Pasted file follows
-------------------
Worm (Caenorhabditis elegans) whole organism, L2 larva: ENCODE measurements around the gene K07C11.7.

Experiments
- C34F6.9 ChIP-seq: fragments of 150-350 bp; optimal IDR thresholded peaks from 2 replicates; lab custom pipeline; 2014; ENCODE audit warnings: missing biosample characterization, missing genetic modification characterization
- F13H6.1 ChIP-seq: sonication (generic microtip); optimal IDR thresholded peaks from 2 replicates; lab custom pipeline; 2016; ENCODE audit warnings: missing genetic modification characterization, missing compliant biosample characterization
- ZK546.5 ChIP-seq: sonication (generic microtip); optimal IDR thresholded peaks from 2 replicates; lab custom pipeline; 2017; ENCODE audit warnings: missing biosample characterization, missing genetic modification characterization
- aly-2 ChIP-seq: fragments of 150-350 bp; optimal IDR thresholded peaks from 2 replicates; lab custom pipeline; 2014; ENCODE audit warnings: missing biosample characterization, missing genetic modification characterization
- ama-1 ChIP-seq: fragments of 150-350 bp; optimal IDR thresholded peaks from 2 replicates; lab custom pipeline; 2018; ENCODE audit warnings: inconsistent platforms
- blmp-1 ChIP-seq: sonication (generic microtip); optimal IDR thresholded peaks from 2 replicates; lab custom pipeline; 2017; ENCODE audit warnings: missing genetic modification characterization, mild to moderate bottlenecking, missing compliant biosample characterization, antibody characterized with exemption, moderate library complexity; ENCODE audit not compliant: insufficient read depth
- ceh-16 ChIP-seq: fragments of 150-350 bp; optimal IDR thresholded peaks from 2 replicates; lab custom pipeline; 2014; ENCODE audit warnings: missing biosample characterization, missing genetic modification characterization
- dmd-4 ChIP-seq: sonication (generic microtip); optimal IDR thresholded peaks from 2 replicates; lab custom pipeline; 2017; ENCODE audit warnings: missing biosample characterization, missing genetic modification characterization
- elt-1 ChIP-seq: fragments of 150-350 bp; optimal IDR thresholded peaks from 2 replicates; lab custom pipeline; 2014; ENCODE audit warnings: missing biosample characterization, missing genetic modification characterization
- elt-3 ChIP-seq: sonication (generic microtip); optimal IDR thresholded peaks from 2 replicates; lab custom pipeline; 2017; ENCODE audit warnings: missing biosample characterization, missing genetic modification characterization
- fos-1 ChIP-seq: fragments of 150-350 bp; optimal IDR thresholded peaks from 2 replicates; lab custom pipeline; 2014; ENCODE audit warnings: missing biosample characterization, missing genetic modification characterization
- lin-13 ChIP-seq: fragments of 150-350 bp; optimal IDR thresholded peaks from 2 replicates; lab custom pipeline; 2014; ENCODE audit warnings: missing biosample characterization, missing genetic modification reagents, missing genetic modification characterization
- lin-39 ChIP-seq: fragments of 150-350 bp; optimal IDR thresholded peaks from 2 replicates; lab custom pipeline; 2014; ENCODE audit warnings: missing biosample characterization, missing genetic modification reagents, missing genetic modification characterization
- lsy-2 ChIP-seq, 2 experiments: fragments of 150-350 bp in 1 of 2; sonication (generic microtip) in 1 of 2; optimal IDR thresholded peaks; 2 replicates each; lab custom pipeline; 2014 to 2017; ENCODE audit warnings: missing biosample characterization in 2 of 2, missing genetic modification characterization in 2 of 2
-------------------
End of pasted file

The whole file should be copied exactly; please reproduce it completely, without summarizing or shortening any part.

Worm (Caenorhabditis elegans) whole organism, L2 larva: ENCODE measurements around the gene K07C11.7.

Experiments
- C34F6.9 ChIP-seq: fragments of 150-350 bp; optimal IDR thresholded peaks from 2 replicates; lab custom pipeline; 2014; ENCODE audit warnings: missing biosample characterization, missing genetic modification characterization
- F13H6.1 ChIP-seq: sonication (generic microtip); optimal IDR thresholded peaks from 2 replicates; lab custom pipeline; 2016; ENCODE audit warnings: missing genetic modification characterization, missing compliant biosample characterization
- ZK546.5 ChIP-seq: sonication (generic microtip); optimal IDR thresholded peaks from 2 replicates; lab custom pipeline; 2017; ENCODE audit warnings: missing biosample characterization, missing genetic modification characterization
- aly-2 ChIP-seq: fragments of 150-350 bp; optimal IDR thresholded peaks from 2 replicates; lab custom pipeline; 2014; ENCODE audit warnings: missing biosample characterization, missing genetic modification characterization
- ama-1 ChIP-seq: fragments of 150-350 bp; optimal IDR thresholded peaks from 2 replicates; lab custom pipeline; 2018; ENCODE audit warnings: inconsistent platforms
- blmp-1 ChIP-seq: sonication (generic microtip); optimal IDR thresholded peaks from 2 replicates; lab custom pipeline; 2017; ENCODE audit warnings: missing genetic modification characterization, mild to moderate bottlenecking, missing compliant biosample characterization, antibody characterized with exemption, moderate library complexity; ENCODE audit not compliant: insufficient read depth
- ceh-16 ChIP-seq: fragments of 150-350 bp; optimal IDR thresholded peaks from 2 replicates; lab custom pipeline; 2014; ENCODE audit warnings: missing biosample characterization, missing genetic modification characterization
- dmd-4 ChIP-seq: sonication (generic microtip); optimal IDR thresholded peaks from 2 replicates; lab custom pipeline; 2017; ENCODE audit warnings: missing biosample characterization, missing genetic modification characterization
- elt-1 ChIP-seq: fragments of 150-350 bp; optimal IDR thresholded peaks from 2 replicates; lab custom pipeline; 2014; ENCODE audit warnings: missing biosample characterization, missing genetic modification characterization
- elt-3 ChIP-seq: sonication (generic microtip); optimal IDR thresholded peaks from 2 replicates; lab custom pipeline; 2017; ENCODE audit warnings: missing biosample characterization, missing genetic modification characterization
- fos-1 ChIP-seq: fragments of 150-350 bp; optimal IDR thresholded peaks from 2 replicates; lab custom pipeline; 2014; ENCODE audit warnings: missing biosample characterization, missing genetic modification characterization
- lin-13 ChIP-seq: fragments of 150-350 bp; optimal IDR thresholded peaks from 2 replicates; lab custom pipeline; 2014; ENCODE audit warnings: missing biosample characterization, missing genetic modification reagents, missing genetic modification characterization
- lin-39 ChIP-seq: fragments of 150-350 bp; optimal IDR thresholded peaks from 2 replicates; lab custom pipeline; 2014; ENCODE audit warnings: missing biosample characterization, missing genetic modification reagents, missing genetic modification characterization
- lsy-2 ChIP-seq, 2 experiments: fragments of 150-350 bp in 1 of 2; sonication (generic microtip) in 1 of 2; optimal IDR thresholded peaks; 2 replicates each; lab custom pipeline; 2014 to 2017; ENCODE audit warnings: missing biosample characterization in 2 of 2, missing genetic modification characterization in 2 of 2